57 hours in London : Tate Britain. David Hockney

The main reason for my trip to London a week and a few days ago was the retrospective exhibition of David Hockney in Tate Britain. Last year, around February, they announced this exhibition, I bought some traintickets a few months later. In April this year the day finally arrived that we had to pack our bags and hop on the train to London. 

I already made a post about the first day, which you can read here. The second day we got up early to stand before a closed museumdoor (which opened a little hour later) so we would be certain of a visit to the exhibition. (Pro tip, which I didn’t do/forgot about/didn’t find the time for, buy your ticket in advance.) The last half hour before opening time a lot of people kept lining up behind us. Eventually the doors opened and everybody rushed in.

 

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After a long wait we finally walked in the first room of the exhibition, it was packed with people. The room isn’t that big and since it was ten in the morning everyone entered at the same time. Next to the door hung the symbol of no photos. So alternatively I’ll be showing photos that I made of the catalogue. I only buy the catalogue of exhibitions that I really enjoyed and I want to read more about. This is one of the things that my money is spent on, next to exhibitions, public transport and food.  

 

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Hockney is without a doubt one of the most innovative artists out there. This exhibition really shows the changes in his art over time. Every room was dedicated to a time period in his oeuvre. The young Hockney wasn’t my cup of tea but as soon as he moved to the United States his work took a turn. In this room one of his most iconic works, Bigger Splash, was present. There was a certain abstractness in these realistic paintings. Whenever I saw these pieces in a book, I didn’t get to see their flaws. Don’t get me wrong, these flaws are things like a line that isn’t that straight and where he just slipped for a second, these flaws are what make them more, how can I put this, human/approachable.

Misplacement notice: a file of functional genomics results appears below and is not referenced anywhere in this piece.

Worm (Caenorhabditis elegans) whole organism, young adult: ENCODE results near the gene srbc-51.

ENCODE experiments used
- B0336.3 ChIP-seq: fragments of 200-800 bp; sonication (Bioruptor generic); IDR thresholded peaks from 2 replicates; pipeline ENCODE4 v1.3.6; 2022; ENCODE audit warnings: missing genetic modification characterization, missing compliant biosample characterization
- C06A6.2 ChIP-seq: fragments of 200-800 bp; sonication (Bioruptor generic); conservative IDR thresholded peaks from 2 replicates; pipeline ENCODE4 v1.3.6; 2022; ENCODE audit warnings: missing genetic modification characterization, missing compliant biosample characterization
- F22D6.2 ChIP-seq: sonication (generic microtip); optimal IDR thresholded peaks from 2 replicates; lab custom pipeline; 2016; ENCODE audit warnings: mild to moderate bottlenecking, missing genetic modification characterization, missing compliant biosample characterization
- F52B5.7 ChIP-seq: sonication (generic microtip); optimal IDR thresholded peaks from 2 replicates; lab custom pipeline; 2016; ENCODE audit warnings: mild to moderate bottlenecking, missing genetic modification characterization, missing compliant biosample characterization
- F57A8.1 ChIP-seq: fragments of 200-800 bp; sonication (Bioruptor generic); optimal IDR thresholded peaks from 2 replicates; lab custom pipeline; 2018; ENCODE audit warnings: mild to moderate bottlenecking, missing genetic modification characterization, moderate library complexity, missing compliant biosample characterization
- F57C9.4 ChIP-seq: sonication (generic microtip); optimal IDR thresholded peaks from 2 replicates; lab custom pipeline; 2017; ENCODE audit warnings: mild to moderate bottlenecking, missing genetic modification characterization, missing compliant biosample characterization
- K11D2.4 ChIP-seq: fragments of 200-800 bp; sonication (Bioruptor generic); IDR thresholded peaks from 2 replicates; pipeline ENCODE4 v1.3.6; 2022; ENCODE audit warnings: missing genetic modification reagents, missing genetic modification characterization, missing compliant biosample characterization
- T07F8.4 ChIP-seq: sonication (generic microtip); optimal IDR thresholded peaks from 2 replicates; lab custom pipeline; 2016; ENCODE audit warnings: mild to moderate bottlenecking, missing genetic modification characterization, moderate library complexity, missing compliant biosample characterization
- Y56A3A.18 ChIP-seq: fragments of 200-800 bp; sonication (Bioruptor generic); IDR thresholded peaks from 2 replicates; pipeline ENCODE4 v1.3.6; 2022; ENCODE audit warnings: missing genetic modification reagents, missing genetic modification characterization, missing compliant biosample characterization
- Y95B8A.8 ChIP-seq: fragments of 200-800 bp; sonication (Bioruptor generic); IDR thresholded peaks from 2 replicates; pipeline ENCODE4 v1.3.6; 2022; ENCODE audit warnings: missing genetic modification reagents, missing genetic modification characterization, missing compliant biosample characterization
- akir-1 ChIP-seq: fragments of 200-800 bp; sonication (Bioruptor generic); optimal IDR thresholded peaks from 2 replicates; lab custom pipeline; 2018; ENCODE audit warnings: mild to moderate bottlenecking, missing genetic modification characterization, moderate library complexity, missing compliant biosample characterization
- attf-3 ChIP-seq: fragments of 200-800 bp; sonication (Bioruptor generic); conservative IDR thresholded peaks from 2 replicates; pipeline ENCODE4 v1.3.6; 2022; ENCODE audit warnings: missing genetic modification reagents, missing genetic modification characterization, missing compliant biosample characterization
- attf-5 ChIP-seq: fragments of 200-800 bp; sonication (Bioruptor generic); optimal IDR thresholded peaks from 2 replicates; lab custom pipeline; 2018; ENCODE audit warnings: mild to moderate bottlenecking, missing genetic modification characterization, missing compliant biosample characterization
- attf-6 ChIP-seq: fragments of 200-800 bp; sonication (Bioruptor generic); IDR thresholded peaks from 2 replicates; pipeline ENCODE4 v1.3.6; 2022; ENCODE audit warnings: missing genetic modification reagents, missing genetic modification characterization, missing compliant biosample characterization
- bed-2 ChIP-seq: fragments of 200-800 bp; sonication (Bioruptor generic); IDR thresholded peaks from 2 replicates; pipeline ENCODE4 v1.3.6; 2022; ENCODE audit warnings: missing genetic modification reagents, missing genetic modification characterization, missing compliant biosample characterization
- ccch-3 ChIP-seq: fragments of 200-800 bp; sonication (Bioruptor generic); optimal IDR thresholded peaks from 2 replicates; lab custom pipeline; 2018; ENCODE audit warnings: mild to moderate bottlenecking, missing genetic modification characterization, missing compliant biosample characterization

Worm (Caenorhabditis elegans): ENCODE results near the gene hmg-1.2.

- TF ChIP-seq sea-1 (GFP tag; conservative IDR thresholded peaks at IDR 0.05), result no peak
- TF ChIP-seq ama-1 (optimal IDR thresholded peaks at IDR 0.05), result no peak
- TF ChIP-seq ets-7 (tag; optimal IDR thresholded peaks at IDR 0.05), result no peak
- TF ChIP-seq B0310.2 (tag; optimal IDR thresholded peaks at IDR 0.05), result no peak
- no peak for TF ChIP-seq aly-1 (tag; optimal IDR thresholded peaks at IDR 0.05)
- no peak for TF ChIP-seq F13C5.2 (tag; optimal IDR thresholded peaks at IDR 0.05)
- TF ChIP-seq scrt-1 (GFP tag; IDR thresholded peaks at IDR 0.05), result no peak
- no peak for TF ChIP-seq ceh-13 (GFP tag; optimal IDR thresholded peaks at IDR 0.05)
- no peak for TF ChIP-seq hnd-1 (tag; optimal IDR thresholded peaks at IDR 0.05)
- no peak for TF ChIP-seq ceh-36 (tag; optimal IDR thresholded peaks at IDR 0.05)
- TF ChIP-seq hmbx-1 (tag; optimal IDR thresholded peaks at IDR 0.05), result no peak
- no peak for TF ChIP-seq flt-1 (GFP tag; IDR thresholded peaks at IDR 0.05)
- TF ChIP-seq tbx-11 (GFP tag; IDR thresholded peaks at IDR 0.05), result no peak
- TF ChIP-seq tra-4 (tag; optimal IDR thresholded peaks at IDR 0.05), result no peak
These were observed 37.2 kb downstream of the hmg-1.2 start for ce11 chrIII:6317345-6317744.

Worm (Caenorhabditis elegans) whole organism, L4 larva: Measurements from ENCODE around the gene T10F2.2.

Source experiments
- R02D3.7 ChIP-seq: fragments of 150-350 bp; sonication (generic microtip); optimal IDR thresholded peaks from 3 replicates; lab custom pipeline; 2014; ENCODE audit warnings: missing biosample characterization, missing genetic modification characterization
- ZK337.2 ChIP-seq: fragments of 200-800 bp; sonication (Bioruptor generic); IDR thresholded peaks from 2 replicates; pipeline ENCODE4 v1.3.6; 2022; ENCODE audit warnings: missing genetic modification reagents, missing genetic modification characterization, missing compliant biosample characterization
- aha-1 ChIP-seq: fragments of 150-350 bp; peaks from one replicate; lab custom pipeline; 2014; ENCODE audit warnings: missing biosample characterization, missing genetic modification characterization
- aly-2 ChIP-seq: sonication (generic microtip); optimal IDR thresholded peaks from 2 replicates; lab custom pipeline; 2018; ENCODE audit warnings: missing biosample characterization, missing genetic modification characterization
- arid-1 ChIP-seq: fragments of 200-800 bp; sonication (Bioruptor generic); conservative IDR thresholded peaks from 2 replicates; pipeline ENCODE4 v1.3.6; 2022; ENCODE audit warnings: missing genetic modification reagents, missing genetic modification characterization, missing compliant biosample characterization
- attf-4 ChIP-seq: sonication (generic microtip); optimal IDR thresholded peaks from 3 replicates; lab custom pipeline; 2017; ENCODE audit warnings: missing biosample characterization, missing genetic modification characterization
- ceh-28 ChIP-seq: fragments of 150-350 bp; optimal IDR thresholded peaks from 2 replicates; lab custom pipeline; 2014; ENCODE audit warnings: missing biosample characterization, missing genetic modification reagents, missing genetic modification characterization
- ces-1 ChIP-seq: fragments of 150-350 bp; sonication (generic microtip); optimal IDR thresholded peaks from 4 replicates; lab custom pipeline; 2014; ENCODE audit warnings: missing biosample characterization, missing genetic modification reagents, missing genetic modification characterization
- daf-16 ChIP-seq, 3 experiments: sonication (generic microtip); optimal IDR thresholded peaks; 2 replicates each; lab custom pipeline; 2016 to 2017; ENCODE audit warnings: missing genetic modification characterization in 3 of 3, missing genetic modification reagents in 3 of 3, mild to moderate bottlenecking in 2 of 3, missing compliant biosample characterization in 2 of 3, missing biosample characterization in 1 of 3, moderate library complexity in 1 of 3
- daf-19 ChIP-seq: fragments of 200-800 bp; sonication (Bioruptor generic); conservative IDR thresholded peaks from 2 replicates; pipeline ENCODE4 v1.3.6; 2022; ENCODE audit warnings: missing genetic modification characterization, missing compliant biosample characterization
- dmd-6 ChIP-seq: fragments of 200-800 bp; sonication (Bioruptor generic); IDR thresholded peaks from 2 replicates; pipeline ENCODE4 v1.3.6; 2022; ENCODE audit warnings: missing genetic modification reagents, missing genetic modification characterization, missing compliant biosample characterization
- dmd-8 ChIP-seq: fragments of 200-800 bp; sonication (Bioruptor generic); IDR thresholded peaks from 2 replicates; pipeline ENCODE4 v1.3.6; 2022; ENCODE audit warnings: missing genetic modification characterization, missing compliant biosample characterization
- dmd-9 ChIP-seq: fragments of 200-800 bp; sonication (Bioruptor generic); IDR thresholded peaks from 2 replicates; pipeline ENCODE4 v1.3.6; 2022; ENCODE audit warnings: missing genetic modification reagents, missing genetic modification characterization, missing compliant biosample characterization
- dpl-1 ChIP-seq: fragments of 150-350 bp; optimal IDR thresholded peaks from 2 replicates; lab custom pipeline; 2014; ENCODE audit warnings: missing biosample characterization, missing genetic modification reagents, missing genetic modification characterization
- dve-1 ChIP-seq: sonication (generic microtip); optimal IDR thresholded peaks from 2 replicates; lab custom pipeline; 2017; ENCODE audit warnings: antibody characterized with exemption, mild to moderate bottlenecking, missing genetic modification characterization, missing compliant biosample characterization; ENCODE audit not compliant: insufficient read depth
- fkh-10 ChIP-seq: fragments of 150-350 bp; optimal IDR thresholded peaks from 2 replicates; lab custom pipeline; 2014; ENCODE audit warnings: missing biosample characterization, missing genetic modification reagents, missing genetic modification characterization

The portraits, such as these below, overwhelmed me. I wasn’t expecting these to be so monumental. Every element in these paintings were so well placed.

 

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The whole exhibition showed different mediums in which Hockney expresses his creativity. It shows paintings, pencil drawings, films and ipad drawings. The latter was put on display in the very last room. The fact that ipad drawings make it possible to be recorded is fascinating for those who like to see a process of a work. In this last room were several big screens present who show the whole process of the drawings. You were able to admire this virtuoso and leave the exhibition fulfilled.  

I’d never seen any of his work in real life and I wasn’t that ‘obsessed’ with his work as I am now. I am so glad that I got to witness this exhibition and got to see his work up close. It really changed my perspective. I once read a book by Martin Gayford, A Bigger Message. Conversations with David Hockney, this was when I started to get interested in Hockney as a person and as an artist. But I never really followed up on that, so when the announcement of this exhibition came along I immediately got excited.

You get to chance to visit Tate Britain until 29th of May to see David Hockney his work. 

 

 

 

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